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Stebbing, Great Dunmow, Essex, United Kingdom
The occasional blog of an Anglican priest in rural Essex

Wednesday, 24 November 2010

'A life on every face

Ekklesia, The Church Mouse, Michael Wenham and Cranmer's Curate are among many people blogging away at the moment around the subject of the Pete Broadbent Facebook debacle and the Bishop of London's subsequent [overre-]action in withdrawing Bishop Pete from public office.

I have emitted many deep sighs about this sorry affair over the last few days, and probably need to write this post just to get stuff out of my system (but I shall be careful not to rant (too much)).

I like Bishop Pete. We met at NEAC, and  we were Facebook friends until I recently culled him along with a number of other "famous" people clogging up my wall  (mostly because he goes on about Spurs all the time).

He has been good for the church and good for Spring Harvest for many years. He is an Open Evangelical like me, and so there have been very few things he has ever said in public that I have disagreed with. Until now.

If you read the church press or read Anglican blogs or news feeds you will be fully aware of the kind of mudslinging that goes on between conservatives and, well, everybody else really, around the topics of Women Bishops, homosexuality, Flying Bishops, and so on and so on. On the Internet in particular feathers can fly. Very rarely does anyone get disciplined for (say) slagging off the Bishop of Chelmsford or Rowan Williams on the Ugley Vicar or slagging off Reform on Fulcrum. People lick their wounds and retreat out of range until things flare up again, or they (like me) get sick of the circular arguments and stop posting.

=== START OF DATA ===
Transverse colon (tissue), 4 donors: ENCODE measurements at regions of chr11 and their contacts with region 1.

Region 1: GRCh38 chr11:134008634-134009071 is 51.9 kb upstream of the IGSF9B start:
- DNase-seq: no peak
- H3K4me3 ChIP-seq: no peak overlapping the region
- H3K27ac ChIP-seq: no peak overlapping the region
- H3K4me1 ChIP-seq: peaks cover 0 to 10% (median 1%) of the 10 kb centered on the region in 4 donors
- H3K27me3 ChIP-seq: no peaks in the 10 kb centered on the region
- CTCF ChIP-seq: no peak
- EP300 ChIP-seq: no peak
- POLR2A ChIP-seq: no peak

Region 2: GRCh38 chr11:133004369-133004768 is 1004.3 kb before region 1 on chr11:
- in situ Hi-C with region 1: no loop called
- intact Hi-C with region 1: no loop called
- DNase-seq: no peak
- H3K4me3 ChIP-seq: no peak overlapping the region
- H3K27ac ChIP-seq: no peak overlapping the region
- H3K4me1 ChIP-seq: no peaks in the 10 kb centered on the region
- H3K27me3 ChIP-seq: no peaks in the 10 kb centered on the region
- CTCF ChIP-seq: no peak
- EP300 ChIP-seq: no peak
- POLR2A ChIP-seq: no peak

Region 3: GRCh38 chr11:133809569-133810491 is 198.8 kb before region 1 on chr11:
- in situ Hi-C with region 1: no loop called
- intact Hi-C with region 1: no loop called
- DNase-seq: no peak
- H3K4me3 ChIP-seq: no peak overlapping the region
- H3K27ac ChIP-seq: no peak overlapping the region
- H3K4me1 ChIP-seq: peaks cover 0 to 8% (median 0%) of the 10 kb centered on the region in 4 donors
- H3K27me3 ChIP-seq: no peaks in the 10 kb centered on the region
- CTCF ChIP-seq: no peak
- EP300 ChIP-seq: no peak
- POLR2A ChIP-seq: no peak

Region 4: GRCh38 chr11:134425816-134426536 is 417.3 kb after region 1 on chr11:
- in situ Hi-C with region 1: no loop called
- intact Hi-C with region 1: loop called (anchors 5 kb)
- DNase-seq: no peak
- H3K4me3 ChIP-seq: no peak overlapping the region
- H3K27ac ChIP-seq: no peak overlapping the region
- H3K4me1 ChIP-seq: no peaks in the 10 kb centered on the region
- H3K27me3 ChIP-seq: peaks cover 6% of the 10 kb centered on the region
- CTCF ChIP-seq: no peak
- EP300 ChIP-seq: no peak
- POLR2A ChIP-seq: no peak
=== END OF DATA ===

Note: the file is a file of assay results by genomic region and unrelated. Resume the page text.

But Bishop Pete's Facebook discussion has elicited a big can of worms being opened. The comments, which weren't even as public as some stuff one reads,( e.g. the comments on the Guardian's Comment is free every time Christianity gets a word in edgeways, which can make your blood boil) have been splashed around the world, and the chap has been withdrawn from public office - I guess that means he's just doing a desk job.

One one level I'm thinking "you wally, Pete" - I don't think he should have posted what he did. But on another level, I'm bearing in mind cases such as that of the Priest who blessed a homosexual couple - and who received (from the Bishop of London no less) a letter slapping him on the wrist and telling him not to do it again. And that was for doing something that we have all been specifically told no to do; like, not ever. To my mind that applies, under church discipline, even if you disagree with it. Why wasn't he asked to "withdraw from public office"? After all, the daily mail (and yes those lower case letters are deliberate) hardly approved!

OK, breathe now .....

The wider issue I suppose is, do we take seriously what we have to do and say to be a minister in the CofE? All those ordained have to swear an oath of allegiance to their Bishop and to the Queen. Bishop Pete must have done that  - most recently at his consecration as a Bishop. Clearly he didn't mean it, as he is a declared Republican, but what is also clear is that being a Republican is not a bar to ministry in the Anglican church. Do the oaths mean anything then? Or are they just anotherr anachronism clogging up Ministry.

Don't get me wrong, I disagree with Bishop Pete about the Wedding and about the Royal family per se. I am just increasingly frustrated that both liberal and conservative words and actions go unpunished while leaving the church rather bruised and battered, and thus (actually, albeit indirectly) the Monarch under attack.